Out of all the different attributes one could put into a design of a canoe, the one attribute I hate is flare. A flared hull does nothing in my mind to build better stroke placement, therefor I look for other attributes that can give me a seaworthy hull. .


Al, I fully agree flare does nothing to build better stroke placement... that's why I said that the tumblehome should be concentrated in the central portion of the boat. In addition, I'm not talking about extreme flare... I'm talking about a slight in the bow and stern. In play boats a canoe can be built with bulbous ends including below the water line. This is the case for nearly every whitewater playboat built during the last 15 years. But a boat built to paddle flatwater well requires a fine entry at the waterline and thus needs to rely on flare above the waterline in the bow and stern to allow it to not submarine when paddling in rapids or heavy seas on a large lake. Take a look at John Winter's Osprey, or Dave Yost's Wildfire. Both excel paddling flatwater.... but have enough flare in the ends to allow them to run rapids when encountered. In the case of the boat John is building... it's a fine entry flatwater boat.... thus it requires a little flare in the ends, as well as the tumblehome in the middle for stroke efficiency.

PK

Author:  Alan Greve [ August 22nd, 2006, 7:33 am ]
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PK I knew what you were saying, that was just me rambling on about the feature.

Author:  Alan Greve [ August 22nd, 2006, 7:49 am ]
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Dan Funky ideas work. But why a Prospector ? Its a great classic design ! But remember what it was designed for....a work horse. Is it the only classic design, and could we find a design that would better suit the needs of small arms? I think so. If you go with that thought pick something with speed, such as the Champlain. Also its just not the length you need to reduce theres also the depth. But in the end I think you'd have a real kids paddlen machine !!!! SWEET !!!! :wink:

See ya at the Gat Fest this weekend, I`ve got a few Splash`s and Taureau sold I have to take up. It should be a great weekend !!!

Author:  John Marshall [ August 22nd, 2006, 9:12 am ]
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Alan-
Could you elaborate on your dislike for flare. I do not understand what you mean when you say it does nothing for stroke placement. Two of my boats have quite a bit of flare; Wenonah Cascade (tandem) and Wenonah Argosy (Solo).

Author:  DaveW [ August 22nd, 2006, 5:45 pm ]
Post subject:  Another design

Canoe&Kayak magazine used to sell plans for a design called the Itty Bit. It's 12'6" long and 26" wide. The plans were pretty cheap - I think under US$10. I did a skin-on-frame version for my kids and it seemed to paddle quite nicely.

Edit: Here's the link to the plans for the Itty Bit
http://canoekayakshopper.bizhosting.com ... ttern.html

Author:  John Marshall [ August 22nd, 2006, 11:33 pm ]
Post subject: 

Dave W-
Thanks for the link to the Itty Bitty. They do not elaborate enough on the canoe's attributes to make me want to build it. I like the fact that the Wee Robbie is only 10 1/2 feet long.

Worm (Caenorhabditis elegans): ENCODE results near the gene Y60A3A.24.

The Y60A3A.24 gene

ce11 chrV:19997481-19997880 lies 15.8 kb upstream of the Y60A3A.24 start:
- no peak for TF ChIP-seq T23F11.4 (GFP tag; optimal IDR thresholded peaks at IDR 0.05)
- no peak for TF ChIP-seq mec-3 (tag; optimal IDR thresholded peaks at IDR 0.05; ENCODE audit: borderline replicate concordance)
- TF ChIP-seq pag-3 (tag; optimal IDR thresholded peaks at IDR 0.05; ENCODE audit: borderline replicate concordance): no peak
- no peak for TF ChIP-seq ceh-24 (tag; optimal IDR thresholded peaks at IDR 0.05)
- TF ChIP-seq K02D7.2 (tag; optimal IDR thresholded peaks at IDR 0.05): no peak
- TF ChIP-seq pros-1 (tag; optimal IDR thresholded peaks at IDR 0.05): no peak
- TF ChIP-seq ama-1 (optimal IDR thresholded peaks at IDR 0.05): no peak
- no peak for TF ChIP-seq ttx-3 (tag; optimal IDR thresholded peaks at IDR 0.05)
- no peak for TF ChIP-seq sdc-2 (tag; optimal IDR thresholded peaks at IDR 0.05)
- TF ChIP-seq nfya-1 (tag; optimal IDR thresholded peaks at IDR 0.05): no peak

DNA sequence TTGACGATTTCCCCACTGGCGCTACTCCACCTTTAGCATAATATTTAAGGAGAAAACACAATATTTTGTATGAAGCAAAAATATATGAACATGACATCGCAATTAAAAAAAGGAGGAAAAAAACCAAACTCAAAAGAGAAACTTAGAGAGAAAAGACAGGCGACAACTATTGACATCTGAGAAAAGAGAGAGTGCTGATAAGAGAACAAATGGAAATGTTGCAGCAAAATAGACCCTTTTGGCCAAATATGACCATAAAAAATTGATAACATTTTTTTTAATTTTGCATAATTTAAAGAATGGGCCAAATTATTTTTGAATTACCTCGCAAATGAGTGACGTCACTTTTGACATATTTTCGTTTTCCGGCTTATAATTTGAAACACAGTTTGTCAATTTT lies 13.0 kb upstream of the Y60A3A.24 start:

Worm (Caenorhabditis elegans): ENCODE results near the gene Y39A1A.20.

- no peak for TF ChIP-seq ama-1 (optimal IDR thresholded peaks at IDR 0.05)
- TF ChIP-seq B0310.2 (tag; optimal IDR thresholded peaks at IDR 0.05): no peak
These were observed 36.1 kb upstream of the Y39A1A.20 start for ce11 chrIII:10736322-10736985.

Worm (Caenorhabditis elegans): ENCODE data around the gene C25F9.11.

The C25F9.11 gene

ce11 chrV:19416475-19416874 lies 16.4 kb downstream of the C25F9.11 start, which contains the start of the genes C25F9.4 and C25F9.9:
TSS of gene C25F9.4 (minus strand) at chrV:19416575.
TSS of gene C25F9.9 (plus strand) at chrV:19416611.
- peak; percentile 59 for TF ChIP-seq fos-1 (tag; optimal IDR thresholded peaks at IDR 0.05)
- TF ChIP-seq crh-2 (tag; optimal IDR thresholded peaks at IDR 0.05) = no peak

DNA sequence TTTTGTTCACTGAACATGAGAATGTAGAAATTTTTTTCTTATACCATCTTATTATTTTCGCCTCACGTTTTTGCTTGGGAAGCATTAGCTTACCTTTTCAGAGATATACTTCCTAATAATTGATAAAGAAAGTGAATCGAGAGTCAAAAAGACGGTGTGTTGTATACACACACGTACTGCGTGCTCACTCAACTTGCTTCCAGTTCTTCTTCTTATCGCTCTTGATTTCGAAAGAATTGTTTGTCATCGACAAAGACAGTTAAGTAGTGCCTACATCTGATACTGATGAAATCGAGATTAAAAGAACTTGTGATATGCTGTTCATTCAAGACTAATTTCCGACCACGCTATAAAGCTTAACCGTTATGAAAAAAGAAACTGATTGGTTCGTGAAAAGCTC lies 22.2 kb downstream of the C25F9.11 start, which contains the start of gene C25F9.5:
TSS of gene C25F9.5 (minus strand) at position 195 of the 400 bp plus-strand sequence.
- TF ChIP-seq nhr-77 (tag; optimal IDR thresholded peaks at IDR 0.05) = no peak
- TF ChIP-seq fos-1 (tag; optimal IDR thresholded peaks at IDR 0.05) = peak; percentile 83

Author:  Alan Greve [ August 22nd, 2006, 11:49 pm ]
Post subject: 

John for the most part we paddle with to basic styles or strokes, Classic ( Canadian ) and white water. With the Classic we can drop our control hand down to a more relaxed postion. And to make up for the more relaxed postion the forward stroke requires more of a correction in the way of a J or other stern corrections such as a pitch. With a white water forward stroke it requires a high handed control hand as to reduce stern corrections. As a paddler I tend to paddle with a higher control hand than most when classic paddling. Because of my white water back ground my J's tend to be short and fewer of them when I paddle Classic or on trip. As an instructor the benefits are clear to me, as to look for ways in which we can reduce or minimize our correction strokes. A flared hull doesn't allow the paddler for an effective high control hand to the same degree as other designs that can equal or better seaworthyness.

Author:  Steward R [ August 29th, 2006, 3:48 pm ]
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Well, I'm late to this thread, haven't been on CCR for awhile. But if you are looking for a kids WW boat, you can't beat the Splash. Al and Andy have done a fantastic job here. Our 7 year old daughter has been paddling one for the last 6-8 weeks. In that time, she now runs the lower set at palmers all over the place, ran the Petite Nation, class 2/3 rapids. Has one successful roll. And quickly pushing her mother :D

She is picking it up so easily and enjoying the boat.

Its will allow your son to get around the river and do his own thing and build confidence.

It's also made boating more fun for me, its great to have your kids kick you off surf waves so they can try.

Cheers

Steward

Author:  Kim Gass [ August 29th, 2006, 5:00 pm ]
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To clarify: I think John wants to build a boat. Or er boats. Three kids!

I can think of a slew of boats that kids have had fun in and learned to paddle in my classes: Loon Works MY Toy, Loon Works Button, Mohawk Solo 13 ( a little wide but it works), one of the Curtis Falcon Series, Flashfire (Wild is a little big) , Curtis Ladybug, Swift Osprey (can be handled by a nine year old in calm conditions). The kids seem to have fun in canoes under fourteen feet that you can kneel in.

However the quest I think is for plans that are available for sale.

There the supply becomes a little limited.

John, you might amble to www.wcha.org and onto their forums. There are WCHA members who have built their kids boats.